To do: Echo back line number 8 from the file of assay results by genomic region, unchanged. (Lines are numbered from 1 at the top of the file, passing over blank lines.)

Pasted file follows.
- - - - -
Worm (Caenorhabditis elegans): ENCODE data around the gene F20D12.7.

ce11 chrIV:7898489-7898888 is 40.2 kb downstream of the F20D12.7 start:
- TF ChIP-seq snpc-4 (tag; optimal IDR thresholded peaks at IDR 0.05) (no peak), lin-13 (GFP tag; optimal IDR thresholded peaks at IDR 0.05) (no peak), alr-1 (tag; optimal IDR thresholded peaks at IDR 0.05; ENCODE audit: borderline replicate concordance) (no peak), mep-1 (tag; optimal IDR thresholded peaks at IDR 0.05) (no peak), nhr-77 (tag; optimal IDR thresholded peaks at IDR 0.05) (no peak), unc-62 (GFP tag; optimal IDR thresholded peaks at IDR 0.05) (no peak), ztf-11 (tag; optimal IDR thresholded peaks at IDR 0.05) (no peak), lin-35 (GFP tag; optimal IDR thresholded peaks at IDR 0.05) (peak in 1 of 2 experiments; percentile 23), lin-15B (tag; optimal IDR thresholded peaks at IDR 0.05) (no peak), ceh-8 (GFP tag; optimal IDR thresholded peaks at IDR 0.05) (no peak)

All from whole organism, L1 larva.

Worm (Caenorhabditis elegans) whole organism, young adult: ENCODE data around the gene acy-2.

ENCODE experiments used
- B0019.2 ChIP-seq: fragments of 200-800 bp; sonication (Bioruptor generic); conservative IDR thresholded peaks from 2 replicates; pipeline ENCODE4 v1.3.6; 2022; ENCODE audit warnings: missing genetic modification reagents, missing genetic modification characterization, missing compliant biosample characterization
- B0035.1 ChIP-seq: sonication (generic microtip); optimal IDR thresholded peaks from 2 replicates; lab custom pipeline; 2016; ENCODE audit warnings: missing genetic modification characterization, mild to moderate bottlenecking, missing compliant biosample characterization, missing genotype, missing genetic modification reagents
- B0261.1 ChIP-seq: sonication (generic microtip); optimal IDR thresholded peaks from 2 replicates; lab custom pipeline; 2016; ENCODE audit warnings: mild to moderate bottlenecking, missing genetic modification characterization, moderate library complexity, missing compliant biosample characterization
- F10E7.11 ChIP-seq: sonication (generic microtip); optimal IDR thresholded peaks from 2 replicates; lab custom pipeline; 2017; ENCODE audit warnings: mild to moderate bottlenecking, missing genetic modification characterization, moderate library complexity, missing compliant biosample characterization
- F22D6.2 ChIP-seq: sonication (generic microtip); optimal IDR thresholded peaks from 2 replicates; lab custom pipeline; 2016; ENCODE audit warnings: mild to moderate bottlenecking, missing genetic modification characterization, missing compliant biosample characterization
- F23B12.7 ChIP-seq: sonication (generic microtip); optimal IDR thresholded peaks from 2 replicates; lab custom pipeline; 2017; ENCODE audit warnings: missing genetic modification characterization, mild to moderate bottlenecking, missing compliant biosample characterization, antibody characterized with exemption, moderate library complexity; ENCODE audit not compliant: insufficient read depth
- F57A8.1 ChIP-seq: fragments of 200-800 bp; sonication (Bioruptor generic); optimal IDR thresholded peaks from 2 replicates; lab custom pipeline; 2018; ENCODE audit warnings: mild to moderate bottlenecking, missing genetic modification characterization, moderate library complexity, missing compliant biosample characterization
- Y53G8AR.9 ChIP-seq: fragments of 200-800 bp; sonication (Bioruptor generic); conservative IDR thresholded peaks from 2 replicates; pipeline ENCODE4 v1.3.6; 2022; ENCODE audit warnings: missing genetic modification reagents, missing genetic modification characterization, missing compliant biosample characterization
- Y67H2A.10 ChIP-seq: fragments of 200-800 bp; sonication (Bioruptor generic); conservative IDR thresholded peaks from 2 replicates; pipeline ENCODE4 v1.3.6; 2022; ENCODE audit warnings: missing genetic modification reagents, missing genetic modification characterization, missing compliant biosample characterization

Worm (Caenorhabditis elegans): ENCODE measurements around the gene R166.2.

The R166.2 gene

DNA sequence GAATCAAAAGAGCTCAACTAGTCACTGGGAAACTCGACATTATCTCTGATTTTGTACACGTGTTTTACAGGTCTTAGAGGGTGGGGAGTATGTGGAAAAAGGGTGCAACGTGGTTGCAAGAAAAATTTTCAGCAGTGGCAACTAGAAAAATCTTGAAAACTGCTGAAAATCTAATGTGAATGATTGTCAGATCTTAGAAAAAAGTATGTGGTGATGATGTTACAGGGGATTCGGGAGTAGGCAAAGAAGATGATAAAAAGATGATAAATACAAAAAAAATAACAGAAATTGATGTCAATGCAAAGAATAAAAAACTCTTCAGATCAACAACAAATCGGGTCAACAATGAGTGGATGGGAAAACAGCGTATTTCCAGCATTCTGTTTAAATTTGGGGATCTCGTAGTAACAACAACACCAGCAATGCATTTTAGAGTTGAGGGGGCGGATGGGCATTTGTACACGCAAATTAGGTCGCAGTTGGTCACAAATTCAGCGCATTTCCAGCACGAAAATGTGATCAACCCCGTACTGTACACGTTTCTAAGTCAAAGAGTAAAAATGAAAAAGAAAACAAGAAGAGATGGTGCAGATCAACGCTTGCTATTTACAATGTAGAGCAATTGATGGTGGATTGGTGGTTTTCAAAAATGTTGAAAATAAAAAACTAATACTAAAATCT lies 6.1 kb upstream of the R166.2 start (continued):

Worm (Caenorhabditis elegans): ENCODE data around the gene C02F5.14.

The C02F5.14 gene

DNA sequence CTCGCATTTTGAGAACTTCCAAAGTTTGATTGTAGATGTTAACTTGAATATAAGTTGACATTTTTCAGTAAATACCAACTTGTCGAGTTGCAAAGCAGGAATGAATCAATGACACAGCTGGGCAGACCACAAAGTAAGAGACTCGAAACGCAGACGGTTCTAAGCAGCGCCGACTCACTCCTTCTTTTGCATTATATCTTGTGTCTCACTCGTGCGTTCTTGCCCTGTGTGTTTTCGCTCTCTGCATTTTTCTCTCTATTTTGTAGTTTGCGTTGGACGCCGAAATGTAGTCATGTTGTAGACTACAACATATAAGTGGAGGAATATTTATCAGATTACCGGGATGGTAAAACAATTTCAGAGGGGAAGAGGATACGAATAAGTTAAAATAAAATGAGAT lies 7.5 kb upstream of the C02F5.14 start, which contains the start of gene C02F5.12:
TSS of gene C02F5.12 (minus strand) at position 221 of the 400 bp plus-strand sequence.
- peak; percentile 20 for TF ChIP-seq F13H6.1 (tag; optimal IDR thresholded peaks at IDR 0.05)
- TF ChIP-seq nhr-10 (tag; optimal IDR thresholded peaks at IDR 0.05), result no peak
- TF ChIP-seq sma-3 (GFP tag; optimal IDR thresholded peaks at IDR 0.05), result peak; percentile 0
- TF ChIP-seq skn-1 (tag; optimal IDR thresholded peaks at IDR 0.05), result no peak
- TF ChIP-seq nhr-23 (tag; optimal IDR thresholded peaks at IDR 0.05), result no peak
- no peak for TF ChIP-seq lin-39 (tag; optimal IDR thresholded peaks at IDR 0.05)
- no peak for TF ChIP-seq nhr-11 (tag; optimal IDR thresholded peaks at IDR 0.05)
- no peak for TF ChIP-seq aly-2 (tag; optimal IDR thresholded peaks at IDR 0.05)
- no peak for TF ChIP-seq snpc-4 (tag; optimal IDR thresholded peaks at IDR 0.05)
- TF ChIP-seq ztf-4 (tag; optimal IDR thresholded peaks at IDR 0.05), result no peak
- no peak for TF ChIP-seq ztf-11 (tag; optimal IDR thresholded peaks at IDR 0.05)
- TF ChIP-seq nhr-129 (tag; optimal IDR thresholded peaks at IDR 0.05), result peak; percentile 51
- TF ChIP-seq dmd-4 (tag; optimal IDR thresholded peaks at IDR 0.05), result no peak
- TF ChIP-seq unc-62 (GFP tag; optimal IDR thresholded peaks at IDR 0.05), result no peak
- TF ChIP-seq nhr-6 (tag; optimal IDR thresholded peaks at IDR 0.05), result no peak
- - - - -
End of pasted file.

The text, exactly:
- B0035.1 ChIP-seq: sonication (generic microtip); optimal IDR thresholded peaks from 2 replicates; lab custom pipeline; 2016; ENCODE audit warnings: missing genetic modification characterization, mild to moderate bottlenecking, missing compliant biosample characterization, missing genotype, missing genetic modification reagents